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Portland backs off boycott threat over Texas pro-life heartbeat law

Nathan Howard/Getty Images

After grabbing national headlines for threatening to boycott Texas over the state's new pro-life heartbeat law, the city of Portland, Oregon is backing off, somewhat.

In the first week of September, Mayor Ted Wheeler (D) said the city council would vote on a proposal to ban the "future procurement of goods and services from, and City employee business travel to, the state of Texas." Wheeler characterized the proposed boycott as a statement of support for the right to abortion that would remain in effect "until the state of Texas withdraws its unconstitutional ban on abortion or until it is overturned in court."

But by the time the Portland city council voted on Wednesday, the proposal changed significantly, according to Oregon Public Broadcasting. The city dropped the boycott on business with Texas and the ban on employee travel to the state. City officials were reportedly unable to figure out how the boycott would work in practice and some pro-choice advocates argued against punishing Texas contractors for the actions of the state government. Meanwhile, the editorial board of The Oregonian blasted the city council for "pointless preening" since the Portland City Council "has exactly zero authority, power or influence over Texas, the new law or the Supreme Court."

Instead, the city created a $200,000 fund for abortion care in Oregon, apparently to aid any Texas residents that travel for an abortion.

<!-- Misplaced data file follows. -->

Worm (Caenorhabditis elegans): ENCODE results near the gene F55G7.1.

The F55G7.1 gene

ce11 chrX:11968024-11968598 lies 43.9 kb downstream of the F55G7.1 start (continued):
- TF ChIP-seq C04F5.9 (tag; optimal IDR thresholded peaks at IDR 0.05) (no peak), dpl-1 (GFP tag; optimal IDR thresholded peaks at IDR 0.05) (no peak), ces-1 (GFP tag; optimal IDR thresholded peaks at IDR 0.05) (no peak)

"While I still believe that our plan would have been an appropriate and strong course of action to take, over the Labor Day weekend, we heard from other service providers and groups who represent women's rights. They disagreed with some elements," said Wheeler on Wednesday. "As a white man, I recognize the importance of listening and being guided by those who do the work and live the work on the ground."

The revised proposal was supported by the Northwest Abortion Access Fund, NARAL Pro-Choice Oregon, and Planned Parenthood.

The city council passed the ordinance 4-1, with the lone "no" vote, Commissioner Mingus Mapps, characterizing the "symbolic pushback" against Texas as a waste of taxpayer money.

"I understand and sympathize with the instincts behind this. However, spending $200,000 of Portland taxpayer dollars to pay for reproductive care for people who live in Texas is bad policy," said Mapps. "Here's why: that action does nothing to change or challenge Texas' anti-abortion law."

He told OPB that the city's proposal is bad government.

"This is not good government - the lack of thoughtfulness, the fact that we didn't check in with interest groups before we crafted the proposal, the fact that the proposal got amended in a way that ignores the core problems," Mapps said. "None of this is behavior that we hope to see in local government."

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